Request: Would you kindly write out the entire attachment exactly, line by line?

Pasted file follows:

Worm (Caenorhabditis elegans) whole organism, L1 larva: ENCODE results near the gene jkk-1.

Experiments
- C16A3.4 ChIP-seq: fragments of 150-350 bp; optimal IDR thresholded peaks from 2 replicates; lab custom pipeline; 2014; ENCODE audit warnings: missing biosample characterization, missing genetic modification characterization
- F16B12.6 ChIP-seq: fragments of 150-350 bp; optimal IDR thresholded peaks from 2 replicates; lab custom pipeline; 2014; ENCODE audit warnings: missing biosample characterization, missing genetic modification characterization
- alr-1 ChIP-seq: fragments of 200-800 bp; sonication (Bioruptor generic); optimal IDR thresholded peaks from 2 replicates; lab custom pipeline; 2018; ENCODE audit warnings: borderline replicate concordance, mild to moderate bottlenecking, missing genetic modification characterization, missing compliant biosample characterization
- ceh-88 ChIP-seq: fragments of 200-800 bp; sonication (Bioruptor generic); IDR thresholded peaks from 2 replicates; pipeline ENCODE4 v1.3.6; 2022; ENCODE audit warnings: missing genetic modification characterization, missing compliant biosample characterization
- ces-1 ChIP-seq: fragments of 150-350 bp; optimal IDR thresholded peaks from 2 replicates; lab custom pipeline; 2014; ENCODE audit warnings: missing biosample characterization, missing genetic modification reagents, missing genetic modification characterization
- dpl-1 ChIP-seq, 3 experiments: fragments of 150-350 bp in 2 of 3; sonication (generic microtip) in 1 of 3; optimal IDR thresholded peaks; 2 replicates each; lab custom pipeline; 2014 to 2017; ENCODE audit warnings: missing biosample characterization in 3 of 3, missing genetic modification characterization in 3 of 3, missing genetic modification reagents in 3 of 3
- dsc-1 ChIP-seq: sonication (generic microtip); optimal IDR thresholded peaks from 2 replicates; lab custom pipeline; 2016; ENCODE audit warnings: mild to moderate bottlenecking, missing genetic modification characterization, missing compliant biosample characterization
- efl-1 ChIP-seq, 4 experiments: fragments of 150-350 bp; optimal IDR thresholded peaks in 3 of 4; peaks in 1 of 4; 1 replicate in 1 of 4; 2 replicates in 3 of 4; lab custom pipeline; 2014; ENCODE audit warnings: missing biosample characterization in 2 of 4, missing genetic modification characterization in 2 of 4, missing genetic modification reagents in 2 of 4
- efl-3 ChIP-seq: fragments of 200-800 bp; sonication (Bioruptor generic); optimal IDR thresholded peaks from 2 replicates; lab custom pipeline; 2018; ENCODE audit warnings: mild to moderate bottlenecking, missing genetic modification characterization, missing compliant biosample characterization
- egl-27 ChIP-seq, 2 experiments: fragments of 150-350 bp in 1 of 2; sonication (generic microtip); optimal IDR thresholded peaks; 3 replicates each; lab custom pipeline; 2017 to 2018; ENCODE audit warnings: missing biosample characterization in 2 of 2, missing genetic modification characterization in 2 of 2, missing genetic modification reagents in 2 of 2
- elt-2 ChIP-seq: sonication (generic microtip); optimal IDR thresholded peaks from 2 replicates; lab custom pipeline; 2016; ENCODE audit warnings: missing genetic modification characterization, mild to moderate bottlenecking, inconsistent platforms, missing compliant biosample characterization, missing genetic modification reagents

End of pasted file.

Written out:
Worm (Caenorhabditis elegans) whole organism, L1 larva: ENCODE results near the gene jkk-1.

Experiments
- C16A3.4 ChIP-seq: fragments of 150-350 bp; optimal IDR thresholded peaks from 2 replicates; lab custom pipeline; 2014; ENCODE audit warnings: missing biosample characterization, missing genetic modification characterization
- F16B12.6 ChIP-seq: fragments of 150-350 bp; optimal IDR thresholded peaks from 2 replicates; lab custom pipeline; 2014; ENCODE audit warnings: missing biosample characterization, missing genetic modification characterization
- alr-1 ChIP-seq: fragments of 200-800 bp; sonication (Bioruptor generic); optimal IDR thresholded peaks from 2 replicates; lab custom pipeline; 2018; ENCODE audit warnings: borderline replicate concordance, mild to moderate bottlenecking, missing genetic modification characterization, missing compliant biosample characterization
- ceh-88 ChIP-seq: fragments of 200-800 bp; sonication (Bioruptor generic); IDR thresholded peaks from 2 replicates; pipeline ENCODE4 v1.3.6; 2022; ENCODE audit warnings: missing genetic modification characterization, missing compliant biosample characterization
- ces-1 ChIP-seq: fragments of 150-350 bp; optimal IDR thresholded peaks from 2 replicates; lab custom pipeline; 2014; ENCODE audit warnings: missing biosample characterization, missing genetic modification reagents, missing genetic modification characterization
- dpl-1 ChIP-seq, 3 experiments: fragments of 150-350 bp in 2 of 3; sonication (generic microtip) in 1 of 3; optimal IDR thresholded peaks; 2 replicates each; lab custom pipeline; 2014 to 2017; ENCODE audit warnings: missing biosample characterization in 3 of 3, missing genetic modification characterization in 3 of 3, missing genetic modification reagents in 3 of 3
- dsc-1 ChIP-seq: sonication (generic microtip); optimal IDR thresholded peaks from 2 replicates; lab custom pipeline; 2016; ENCODE audit warnings: mild to moderate bottlenecking, missing genetic modification characterization, missing compliant biosample characterization
- efl-1 ChIP-seq, 4 experiments: fragments of 150-350 bp; optimal IDR thresholded peaks in 3 of 4; peaks in 1 of 4; 1 replicate in 1 of 4; 2 replicates in 3 of 4; lab custom pipeline; 2014; ENCODE audit warnings: missing biosample characterization in 2 of 4, missing genetic modification characterization in 2 of 4, missing genetic modification reagents in 2 of 4
- efl-3 ChIP-seq: fragments of 200-800 bp; sonication (Bioruptor generic); optimal IDR thresholded peaks from 2 replicates; lab custom pipeline; 2018; ENCODE audit warnings: mild to moderate bottlenecking, missing genetic modification characterization, missing compliant biosample characterization
- egl-27 ChIP-seq, 2 experiments: fragments of 150-350 bp in 1 of 2; sonication (generic microtip); optimal IDR thresholded peaks; 3 replicates each; lab custom pipeline; 2017 to 2018; ENCODE audit warnings: missing biosample characterization in 2 of 2, missing genetic modification characterization in 2 of 2, missing genetic modification reagents in 2 of 2
- elt-2 ChIP-seq: sonication (generic microtip); optimal IDR thresholded peaks from 2 replicates; lab custom pipeline; 2016; ENCODE audit warnings: missing genetic modification characterization, mild to moderate bottlenecking, inconsistent platforms, missing compliant biosample characterization, missing genetic modification reagents